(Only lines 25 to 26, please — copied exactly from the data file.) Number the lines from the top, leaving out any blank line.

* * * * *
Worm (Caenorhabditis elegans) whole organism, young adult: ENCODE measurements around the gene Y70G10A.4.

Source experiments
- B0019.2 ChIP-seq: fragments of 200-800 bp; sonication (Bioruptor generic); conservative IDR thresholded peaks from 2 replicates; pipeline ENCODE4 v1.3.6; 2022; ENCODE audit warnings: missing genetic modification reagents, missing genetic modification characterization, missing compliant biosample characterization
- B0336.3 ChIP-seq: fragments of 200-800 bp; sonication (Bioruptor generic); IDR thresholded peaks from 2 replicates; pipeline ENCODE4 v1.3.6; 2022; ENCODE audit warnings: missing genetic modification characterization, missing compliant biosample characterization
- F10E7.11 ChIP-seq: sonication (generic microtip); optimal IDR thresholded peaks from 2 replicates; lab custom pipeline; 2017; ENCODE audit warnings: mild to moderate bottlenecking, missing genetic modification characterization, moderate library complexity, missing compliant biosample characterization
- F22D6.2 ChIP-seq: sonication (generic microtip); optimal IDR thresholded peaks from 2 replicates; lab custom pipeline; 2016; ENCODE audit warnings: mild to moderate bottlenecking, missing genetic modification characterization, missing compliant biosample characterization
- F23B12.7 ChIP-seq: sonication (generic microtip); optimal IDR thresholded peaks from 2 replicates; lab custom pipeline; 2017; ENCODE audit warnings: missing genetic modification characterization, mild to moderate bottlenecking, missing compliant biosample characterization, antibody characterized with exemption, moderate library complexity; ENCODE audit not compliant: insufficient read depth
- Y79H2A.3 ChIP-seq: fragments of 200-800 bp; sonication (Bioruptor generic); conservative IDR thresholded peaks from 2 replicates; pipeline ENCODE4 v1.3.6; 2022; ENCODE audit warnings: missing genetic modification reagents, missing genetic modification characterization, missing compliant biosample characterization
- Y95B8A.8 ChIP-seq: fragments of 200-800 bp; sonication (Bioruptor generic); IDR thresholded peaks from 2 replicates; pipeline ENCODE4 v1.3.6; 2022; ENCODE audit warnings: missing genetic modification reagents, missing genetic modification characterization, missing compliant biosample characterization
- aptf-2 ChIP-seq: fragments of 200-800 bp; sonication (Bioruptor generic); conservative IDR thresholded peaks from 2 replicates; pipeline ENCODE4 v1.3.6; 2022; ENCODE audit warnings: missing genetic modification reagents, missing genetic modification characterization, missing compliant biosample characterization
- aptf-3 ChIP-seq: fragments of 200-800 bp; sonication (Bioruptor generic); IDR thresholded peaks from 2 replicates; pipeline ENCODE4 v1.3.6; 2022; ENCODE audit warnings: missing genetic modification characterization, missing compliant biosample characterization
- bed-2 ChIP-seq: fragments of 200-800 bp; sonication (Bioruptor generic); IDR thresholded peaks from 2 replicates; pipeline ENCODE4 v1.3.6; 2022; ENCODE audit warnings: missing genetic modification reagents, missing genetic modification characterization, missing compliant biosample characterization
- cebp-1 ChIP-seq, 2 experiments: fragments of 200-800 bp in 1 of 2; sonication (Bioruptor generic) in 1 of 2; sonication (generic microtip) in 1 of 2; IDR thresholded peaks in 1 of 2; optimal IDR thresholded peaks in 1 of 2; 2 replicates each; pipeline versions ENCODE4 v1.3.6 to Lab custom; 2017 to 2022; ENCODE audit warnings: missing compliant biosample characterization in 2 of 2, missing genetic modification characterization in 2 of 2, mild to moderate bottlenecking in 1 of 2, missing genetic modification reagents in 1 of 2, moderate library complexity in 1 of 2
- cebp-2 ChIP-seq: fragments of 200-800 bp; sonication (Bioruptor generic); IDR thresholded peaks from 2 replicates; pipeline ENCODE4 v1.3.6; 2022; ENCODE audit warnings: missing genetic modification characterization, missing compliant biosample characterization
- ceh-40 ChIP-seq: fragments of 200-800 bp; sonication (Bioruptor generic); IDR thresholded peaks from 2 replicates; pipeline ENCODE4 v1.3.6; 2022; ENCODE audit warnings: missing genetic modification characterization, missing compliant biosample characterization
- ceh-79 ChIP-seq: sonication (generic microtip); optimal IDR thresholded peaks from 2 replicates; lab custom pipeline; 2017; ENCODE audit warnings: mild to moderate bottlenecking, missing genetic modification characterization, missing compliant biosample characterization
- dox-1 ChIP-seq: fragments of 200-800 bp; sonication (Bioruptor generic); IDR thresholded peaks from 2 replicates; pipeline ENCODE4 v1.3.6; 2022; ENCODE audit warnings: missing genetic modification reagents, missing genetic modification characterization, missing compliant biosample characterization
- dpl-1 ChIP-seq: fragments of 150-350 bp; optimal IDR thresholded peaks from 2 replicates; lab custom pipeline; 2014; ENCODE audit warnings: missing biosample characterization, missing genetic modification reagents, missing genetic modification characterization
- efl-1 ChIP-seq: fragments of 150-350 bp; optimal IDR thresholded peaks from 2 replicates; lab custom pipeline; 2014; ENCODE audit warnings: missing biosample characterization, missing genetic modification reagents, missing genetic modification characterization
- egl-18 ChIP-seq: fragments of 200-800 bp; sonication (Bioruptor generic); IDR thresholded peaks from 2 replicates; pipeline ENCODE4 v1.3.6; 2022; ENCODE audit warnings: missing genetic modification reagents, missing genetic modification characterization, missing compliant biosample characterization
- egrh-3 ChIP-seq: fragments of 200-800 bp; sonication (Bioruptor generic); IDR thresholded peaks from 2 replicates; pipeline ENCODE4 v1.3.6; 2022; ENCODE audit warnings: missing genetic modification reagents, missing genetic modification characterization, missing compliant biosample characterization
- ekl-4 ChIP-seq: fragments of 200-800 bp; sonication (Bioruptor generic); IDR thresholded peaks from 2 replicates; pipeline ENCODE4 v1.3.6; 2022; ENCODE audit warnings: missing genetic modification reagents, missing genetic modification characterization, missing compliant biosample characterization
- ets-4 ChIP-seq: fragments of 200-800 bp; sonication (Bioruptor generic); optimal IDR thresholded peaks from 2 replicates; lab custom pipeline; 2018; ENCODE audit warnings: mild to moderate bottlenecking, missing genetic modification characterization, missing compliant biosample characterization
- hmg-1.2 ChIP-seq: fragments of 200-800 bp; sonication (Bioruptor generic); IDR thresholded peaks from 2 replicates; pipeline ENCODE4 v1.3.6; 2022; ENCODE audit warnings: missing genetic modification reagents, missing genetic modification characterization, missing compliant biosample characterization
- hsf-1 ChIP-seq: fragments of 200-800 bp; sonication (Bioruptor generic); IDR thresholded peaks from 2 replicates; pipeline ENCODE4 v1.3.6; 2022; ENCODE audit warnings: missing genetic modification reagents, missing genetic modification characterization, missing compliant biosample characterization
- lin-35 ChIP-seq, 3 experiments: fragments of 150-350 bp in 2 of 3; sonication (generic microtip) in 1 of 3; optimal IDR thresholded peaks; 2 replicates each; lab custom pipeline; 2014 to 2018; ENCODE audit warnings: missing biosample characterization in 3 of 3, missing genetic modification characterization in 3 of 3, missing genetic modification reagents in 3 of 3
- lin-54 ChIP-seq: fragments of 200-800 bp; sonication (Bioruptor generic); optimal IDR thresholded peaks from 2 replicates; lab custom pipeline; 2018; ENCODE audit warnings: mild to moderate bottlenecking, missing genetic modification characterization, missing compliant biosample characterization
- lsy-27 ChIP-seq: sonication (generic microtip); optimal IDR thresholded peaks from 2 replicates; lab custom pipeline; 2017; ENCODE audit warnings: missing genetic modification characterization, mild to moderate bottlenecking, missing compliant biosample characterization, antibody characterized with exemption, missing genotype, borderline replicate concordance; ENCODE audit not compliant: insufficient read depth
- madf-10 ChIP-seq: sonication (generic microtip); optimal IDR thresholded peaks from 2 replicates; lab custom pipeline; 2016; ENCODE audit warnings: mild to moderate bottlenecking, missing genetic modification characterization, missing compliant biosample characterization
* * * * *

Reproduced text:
- hsf-1 ChIP-seq: fragments of 200-800 bp; sonication (Bioruptor generic); IDR thresholded peaks from 2 replicates; pipeline ENCODE4 v1.3.6; 2022; ENCODE audit warnings: missing genetic modification reagents, missing genetic modification characterization, missing compliant biosample characterization
- lin-35 ChIP-seq, 3 experiments: fragments of 150-350 bp in 2 of 3; sonication (generic microtip) in 1 of 3; optimal IDR thresholded peaks; 2 replicates each; lab custom pipeline; 2014 to 2018; ENCODE audit warnings: missing biosample characterization in 3 of 3, missing genetic modification characterization in 3 of 3, missing genetic modification reagents in 3 of 3